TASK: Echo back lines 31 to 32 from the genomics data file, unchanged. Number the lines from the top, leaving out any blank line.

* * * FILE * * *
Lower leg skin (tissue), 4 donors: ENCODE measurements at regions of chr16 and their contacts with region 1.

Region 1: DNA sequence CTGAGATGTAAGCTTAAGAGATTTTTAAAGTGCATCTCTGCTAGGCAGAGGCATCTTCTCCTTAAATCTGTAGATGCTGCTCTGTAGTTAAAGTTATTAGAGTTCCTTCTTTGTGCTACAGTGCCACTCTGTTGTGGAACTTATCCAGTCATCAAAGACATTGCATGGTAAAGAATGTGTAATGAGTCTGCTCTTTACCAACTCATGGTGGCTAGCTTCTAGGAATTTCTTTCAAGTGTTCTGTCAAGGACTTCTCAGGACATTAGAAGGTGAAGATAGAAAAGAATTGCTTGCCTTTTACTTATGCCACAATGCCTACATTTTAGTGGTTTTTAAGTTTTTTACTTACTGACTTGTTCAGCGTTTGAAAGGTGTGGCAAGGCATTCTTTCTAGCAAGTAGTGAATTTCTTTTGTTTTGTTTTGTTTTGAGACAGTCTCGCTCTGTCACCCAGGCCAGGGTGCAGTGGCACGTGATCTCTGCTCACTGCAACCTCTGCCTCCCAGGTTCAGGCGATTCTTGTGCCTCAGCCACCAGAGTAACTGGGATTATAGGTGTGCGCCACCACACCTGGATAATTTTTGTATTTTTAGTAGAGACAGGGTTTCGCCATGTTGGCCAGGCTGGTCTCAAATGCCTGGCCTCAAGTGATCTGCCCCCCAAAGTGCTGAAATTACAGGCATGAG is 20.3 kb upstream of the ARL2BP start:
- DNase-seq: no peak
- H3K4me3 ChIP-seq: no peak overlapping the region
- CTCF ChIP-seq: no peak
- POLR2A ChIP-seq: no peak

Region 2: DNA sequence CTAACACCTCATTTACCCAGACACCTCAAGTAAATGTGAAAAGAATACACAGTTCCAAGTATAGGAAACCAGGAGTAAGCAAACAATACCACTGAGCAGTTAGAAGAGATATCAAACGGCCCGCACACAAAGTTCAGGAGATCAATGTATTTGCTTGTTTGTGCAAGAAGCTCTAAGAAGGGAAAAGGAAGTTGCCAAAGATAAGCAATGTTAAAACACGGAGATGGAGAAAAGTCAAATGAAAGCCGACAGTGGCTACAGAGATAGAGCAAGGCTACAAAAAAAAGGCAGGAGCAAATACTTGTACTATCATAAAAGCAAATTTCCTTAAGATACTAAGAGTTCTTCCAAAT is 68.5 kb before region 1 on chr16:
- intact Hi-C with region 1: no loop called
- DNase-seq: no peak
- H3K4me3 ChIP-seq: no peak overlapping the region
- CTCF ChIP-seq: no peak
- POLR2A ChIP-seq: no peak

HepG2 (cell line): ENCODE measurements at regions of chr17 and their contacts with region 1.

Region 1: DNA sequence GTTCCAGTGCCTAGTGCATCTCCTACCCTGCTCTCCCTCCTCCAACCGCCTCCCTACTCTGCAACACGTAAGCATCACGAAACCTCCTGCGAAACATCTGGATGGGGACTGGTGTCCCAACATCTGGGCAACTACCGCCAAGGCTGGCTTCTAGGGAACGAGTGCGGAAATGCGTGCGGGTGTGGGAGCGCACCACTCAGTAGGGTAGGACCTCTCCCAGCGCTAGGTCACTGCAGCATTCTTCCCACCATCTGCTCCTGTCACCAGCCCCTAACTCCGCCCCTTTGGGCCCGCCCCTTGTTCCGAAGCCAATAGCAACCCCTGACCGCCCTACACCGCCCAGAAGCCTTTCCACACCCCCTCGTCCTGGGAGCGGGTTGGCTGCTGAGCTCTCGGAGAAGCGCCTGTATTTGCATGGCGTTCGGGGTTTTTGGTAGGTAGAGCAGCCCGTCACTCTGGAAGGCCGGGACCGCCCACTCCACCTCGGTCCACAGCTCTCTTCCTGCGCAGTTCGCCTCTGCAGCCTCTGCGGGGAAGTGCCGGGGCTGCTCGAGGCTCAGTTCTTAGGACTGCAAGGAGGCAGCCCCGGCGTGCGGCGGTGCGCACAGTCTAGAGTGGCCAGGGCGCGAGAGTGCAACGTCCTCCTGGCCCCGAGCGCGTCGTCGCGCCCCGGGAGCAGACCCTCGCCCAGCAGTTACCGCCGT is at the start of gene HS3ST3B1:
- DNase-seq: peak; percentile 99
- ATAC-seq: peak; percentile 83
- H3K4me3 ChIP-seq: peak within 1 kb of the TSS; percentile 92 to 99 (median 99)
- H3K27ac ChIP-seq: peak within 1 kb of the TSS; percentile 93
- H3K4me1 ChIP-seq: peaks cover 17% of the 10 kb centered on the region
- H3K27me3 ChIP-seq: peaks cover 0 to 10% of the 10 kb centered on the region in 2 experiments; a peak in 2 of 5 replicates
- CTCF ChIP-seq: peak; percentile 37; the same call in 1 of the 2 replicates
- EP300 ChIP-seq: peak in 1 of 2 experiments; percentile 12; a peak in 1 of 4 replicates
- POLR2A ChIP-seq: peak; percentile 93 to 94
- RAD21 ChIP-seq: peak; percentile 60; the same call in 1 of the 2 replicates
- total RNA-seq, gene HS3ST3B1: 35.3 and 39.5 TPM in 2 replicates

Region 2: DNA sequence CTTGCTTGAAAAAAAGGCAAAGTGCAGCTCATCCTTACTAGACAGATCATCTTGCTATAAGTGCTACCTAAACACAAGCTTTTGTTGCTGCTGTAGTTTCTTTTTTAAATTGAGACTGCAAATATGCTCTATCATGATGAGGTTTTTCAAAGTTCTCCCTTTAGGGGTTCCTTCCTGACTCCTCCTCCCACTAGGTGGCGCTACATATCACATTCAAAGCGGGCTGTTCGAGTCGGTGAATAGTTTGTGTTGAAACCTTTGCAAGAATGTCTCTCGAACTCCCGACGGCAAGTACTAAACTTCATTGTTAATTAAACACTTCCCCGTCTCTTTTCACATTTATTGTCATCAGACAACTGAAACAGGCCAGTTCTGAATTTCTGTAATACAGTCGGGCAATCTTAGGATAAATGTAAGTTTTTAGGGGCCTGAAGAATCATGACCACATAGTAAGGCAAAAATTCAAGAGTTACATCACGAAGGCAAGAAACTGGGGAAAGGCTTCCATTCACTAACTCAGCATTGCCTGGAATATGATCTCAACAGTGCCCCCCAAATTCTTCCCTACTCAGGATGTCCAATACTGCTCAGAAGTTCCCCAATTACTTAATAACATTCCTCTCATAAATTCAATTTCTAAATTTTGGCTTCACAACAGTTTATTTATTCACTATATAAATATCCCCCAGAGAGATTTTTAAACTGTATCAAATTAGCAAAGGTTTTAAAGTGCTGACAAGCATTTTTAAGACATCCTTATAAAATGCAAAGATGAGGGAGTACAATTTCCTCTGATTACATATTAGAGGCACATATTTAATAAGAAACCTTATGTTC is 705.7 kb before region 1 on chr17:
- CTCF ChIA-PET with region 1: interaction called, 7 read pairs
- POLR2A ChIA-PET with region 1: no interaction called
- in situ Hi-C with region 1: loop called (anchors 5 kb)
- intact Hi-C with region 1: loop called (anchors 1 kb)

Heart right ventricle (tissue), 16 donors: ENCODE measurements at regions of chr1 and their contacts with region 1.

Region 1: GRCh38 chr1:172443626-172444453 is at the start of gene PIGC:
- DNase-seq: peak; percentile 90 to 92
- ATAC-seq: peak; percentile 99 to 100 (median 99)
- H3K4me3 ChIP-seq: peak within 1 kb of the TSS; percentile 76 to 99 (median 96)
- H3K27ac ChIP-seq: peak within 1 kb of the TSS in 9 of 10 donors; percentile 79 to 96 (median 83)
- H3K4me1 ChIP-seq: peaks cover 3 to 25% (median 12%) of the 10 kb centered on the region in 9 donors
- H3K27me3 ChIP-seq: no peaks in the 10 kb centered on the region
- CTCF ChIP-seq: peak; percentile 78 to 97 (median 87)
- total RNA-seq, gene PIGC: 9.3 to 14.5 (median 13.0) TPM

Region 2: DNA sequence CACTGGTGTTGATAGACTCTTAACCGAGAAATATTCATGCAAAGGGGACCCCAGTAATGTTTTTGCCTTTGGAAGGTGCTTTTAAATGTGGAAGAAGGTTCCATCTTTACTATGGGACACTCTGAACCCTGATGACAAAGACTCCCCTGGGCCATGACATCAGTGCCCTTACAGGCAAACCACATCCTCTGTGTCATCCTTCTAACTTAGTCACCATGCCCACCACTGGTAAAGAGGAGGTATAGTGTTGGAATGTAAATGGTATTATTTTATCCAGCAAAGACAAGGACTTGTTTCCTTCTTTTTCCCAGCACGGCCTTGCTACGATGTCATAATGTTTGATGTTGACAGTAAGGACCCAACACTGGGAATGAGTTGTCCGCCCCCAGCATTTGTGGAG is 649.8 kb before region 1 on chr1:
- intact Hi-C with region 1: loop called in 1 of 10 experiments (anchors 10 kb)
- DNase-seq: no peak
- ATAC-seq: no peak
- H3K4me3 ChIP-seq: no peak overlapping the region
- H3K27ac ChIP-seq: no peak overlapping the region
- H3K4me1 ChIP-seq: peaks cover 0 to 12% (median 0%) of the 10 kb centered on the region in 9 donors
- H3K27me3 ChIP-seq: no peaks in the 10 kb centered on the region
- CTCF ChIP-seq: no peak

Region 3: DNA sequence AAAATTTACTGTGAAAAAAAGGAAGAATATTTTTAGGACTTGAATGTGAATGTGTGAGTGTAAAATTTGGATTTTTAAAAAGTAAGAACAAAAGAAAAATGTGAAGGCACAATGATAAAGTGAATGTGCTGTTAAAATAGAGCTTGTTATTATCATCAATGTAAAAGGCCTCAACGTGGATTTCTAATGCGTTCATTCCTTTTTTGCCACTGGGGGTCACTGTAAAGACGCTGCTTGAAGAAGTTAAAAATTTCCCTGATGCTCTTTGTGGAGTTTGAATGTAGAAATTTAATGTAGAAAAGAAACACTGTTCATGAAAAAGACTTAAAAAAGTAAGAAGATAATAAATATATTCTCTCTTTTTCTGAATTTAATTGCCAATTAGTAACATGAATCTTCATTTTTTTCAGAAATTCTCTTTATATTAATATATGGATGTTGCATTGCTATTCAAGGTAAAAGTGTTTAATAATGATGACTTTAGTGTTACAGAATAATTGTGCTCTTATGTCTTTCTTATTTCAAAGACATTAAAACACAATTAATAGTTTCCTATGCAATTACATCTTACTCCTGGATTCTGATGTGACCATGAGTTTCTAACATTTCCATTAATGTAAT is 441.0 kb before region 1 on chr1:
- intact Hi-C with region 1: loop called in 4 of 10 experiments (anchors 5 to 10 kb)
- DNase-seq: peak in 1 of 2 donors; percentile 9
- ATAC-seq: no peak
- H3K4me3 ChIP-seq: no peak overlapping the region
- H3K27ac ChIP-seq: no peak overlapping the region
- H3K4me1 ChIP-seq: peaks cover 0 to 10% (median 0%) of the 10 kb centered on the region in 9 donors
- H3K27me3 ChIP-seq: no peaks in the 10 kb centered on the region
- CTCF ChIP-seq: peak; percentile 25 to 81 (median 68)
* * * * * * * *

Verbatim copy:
Heart right ventricle (tissue), 16 donors: ENCODE measurements at regions of chr1 and their contacts with region 1.

Region 1: GRCh38 chr1:172443626-172444453 is at the start of gene PIGC: